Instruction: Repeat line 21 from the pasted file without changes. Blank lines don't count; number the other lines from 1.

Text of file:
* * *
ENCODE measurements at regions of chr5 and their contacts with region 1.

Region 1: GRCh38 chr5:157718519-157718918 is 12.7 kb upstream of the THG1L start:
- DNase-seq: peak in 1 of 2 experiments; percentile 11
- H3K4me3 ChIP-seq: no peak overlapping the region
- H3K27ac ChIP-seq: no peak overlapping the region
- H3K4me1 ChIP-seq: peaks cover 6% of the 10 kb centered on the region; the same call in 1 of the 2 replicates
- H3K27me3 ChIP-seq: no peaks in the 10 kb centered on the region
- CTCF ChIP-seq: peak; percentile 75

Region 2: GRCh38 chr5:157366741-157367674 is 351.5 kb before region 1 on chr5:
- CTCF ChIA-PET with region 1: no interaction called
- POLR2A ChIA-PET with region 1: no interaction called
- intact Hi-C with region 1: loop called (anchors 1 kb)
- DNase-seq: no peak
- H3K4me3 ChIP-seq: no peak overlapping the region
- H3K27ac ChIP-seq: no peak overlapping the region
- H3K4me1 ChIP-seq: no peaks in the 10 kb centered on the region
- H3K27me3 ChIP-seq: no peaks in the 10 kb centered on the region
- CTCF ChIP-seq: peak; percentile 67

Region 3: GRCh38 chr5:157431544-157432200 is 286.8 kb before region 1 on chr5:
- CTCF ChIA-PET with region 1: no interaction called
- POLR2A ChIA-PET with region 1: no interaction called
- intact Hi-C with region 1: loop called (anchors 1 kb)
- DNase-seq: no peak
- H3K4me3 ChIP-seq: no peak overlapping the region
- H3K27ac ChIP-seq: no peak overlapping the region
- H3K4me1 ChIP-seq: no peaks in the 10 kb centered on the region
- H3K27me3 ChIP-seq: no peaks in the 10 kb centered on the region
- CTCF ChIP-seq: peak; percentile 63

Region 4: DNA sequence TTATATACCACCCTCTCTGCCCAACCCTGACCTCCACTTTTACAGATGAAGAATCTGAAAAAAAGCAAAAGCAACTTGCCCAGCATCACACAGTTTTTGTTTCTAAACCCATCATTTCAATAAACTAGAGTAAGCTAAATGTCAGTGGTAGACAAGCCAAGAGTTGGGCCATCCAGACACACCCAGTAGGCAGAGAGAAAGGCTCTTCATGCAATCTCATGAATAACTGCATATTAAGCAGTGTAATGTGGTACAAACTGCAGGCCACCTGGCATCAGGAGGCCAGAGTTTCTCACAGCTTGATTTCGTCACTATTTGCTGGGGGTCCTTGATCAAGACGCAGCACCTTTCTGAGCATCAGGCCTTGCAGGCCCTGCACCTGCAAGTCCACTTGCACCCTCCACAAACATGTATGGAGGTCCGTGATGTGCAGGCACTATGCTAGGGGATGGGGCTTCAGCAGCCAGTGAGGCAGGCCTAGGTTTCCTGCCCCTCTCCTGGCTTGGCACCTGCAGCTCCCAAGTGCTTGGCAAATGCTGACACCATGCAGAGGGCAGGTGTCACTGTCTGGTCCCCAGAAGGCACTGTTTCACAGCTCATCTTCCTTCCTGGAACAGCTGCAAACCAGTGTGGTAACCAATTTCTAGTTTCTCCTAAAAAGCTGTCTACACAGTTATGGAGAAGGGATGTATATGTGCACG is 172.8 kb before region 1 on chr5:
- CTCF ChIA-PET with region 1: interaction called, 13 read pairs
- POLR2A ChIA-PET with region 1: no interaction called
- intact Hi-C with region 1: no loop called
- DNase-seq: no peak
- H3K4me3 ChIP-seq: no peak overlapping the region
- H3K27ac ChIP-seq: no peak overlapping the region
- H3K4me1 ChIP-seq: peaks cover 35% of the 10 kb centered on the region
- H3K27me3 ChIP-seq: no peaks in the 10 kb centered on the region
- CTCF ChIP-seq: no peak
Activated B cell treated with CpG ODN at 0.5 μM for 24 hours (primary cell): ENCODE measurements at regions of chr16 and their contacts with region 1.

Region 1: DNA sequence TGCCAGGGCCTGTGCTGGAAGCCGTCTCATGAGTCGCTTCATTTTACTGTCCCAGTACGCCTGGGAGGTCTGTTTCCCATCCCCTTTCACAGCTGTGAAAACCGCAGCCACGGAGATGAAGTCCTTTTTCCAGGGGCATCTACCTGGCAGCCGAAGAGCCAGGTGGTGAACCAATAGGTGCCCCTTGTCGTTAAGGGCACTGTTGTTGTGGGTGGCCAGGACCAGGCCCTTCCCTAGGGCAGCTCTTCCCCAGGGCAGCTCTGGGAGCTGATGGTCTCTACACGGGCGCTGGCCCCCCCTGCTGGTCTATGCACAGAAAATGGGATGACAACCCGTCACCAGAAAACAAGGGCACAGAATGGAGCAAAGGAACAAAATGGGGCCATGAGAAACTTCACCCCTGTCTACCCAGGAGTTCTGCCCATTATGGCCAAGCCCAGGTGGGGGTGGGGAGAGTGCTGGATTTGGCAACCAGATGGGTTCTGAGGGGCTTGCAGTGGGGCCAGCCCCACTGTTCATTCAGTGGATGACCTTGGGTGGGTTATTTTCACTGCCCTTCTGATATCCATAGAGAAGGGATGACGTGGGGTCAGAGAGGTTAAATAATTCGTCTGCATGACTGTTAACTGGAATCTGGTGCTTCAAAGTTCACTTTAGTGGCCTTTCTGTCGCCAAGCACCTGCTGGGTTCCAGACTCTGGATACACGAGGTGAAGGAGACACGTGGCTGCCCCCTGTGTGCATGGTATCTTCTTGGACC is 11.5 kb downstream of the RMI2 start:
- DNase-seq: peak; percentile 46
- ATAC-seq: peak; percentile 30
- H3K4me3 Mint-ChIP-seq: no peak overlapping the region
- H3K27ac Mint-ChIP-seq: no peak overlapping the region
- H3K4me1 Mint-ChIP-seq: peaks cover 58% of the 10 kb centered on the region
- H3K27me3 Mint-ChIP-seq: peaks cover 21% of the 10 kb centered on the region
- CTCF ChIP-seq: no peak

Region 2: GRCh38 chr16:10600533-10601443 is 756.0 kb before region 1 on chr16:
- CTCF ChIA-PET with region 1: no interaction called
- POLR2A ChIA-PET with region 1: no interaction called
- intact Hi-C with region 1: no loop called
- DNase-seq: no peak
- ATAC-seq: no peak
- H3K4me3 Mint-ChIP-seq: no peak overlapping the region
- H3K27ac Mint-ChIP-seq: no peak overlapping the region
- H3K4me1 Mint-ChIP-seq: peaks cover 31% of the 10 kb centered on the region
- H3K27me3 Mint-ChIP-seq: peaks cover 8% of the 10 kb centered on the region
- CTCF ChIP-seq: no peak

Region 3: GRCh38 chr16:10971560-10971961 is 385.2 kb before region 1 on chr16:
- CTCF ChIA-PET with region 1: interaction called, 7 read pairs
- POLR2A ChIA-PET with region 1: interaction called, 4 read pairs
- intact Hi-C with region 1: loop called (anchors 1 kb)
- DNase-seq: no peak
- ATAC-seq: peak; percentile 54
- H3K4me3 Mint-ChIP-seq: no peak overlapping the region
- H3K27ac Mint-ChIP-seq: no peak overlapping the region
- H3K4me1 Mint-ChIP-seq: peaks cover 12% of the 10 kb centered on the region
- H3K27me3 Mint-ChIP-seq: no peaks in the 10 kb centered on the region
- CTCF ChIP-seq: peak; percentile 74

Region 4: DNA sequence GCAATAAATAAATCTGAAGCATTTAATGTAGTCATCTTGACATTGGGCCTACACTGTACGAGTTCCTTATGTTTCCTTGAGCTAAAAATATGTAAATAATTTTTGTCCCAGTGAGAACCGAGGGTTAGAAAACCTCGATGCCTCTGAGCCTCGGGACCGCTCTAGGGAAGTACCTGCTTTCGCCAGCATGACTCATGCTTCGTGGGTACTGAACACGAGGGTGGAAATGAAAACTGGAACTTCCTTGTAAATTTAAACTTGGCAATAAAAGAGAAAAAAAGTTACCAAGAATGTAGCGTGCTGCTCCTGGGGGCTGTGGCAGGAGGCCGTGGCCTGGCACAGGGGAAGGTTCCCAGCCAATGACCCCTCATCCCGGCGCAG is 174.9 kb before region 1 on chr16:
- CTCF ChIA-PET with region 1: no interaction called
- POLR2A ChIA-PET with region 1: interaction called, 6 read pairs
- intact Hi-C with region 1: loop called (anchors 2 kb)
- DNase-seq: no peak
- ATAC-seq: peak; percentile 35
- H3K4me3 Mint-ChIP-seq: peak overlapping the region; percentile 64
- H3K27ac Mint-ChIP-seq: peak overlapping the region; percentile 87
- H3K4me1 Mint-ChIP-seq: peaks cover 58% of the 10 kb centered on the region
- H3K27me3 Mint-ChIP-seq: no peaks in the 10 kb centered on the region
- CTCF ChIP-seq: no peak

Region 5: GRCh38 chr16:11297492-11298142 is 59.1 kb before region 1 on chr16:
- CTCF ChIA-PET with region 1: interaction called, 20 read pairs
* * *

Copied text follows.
- POLR2A ChIA-PET with region 1: no interaction called